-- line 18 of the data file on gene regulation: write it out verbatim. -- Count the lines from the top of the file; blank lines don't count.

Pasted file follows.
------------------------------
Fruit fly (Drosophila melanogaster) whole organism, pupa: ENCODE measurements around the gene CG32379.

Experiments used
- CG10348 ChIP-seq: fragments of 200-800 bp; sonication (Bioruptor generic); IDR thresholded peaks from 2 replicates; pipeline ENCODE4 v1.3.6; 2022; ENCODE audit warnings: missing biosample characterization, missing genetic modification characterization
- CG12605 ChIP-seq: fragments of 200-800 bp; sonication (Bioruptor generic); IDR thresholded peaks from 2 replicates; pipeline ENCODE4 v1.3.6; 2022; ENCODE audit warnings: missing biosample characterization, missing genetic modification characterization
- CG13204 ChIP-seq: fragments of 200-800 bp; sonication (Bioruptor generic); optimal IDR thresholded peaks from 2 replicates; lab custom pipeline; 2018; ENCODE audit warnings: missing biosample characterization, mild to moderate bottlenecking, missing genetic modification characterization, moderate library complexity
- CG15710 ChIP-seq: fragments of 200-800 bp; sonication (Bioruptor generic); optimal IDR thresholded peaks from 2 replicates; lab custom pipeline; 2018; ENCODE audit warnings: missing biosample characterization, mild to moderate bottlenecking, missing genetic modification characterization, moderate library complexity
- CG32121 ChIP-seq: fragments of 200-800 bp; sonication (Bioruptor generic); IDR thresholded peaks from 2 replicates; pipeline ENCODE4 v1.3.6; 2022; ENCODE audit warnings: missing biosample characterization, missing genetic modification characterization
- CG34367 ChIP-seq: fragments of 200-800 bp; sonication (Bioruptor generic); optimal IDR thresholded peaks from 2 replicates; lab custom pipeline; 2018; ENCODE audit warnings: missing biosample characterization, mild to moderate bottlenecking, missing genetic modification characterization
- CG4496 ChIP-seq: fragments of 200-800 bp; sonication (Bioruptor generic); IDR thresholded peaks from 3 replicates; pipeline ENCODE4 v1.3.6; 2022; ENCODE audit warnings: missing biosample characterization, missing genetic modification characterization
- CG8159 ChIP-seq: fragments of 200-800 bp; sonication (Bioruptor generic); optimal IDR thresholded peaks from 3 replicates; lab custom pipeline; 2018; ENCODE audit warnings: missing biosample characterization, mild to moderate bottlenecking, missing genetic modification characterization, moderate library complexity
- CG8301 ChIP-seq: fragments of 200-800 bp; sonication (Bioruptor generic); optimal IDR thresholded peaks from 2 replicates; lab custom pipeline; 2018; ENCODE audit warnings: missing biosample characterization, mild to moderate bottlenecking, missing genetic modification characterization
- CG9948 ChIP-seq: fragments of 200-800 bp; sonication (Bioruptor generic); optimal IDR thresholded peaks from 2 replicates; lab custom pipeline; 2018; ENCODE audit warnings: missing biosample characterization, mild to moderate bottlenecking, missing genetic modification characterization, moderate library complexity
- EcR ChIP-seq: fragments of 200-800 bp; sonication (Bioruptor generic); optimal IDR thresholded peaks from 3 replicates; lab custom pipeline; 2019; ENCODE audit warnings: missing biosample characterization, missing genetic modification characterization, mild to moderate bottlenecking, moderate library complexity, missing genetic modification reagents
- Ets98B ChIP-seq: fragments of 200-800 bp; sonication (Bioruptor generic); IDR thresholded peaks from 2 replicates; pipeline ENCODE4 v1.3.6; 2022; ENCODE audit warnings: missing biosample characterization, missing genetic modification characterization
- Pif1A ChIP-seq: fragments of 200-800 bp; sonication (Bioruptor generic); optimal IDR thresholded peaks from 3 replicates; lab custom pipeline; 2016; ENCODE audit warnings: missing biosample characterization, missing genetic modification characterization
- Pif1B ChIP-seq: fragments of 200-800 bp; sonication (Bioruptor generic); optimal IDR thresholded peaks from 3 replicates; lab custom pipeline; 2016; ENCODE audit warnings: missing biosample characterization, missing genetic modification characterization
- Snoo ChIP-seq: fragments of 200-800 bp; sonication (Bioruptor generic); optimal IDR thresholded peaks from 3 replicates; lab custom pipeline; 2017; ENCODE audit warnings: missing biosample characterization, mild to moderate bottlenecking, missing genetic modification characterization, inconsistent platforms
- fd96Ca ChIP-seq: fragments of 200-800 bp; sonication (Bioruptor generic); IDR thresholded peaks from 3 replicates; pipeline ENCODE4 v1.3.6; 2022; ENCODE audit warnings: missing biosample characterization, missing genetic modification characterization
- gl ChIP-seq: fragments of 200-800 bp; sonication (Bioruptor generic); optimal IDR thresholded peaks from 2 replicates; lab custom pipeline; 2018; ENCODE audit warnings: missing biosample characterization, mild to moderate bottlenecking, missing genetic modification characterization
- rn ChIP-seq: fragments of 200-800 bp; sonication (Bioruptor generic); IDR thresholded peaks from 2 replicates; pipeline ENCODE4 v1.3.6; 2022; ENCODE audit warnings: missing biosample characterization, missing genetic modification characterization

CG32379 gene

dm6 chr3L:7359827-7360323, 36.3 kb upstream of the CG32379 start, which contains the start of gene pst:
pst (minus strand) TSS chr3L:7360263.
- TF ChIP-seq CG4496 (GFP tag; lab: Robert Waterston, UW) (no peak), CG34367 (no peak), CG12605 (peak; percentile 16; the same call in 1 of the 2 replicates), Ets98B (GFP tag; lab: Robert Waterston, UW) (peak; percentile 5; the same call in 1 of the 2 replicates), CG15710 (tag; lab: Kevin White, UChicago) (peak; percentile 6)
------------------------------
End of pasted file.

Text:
- fd96Ca ChIP-seq: fragments of 200-800 bp; sonication (Bioruptor generic); IDR thresholded peaks from 3 replicates; pipeline ENCODE4 v1.3.6; 2022; ENCODE audit warnings: missing biosample characterization, missing genetic modification characterization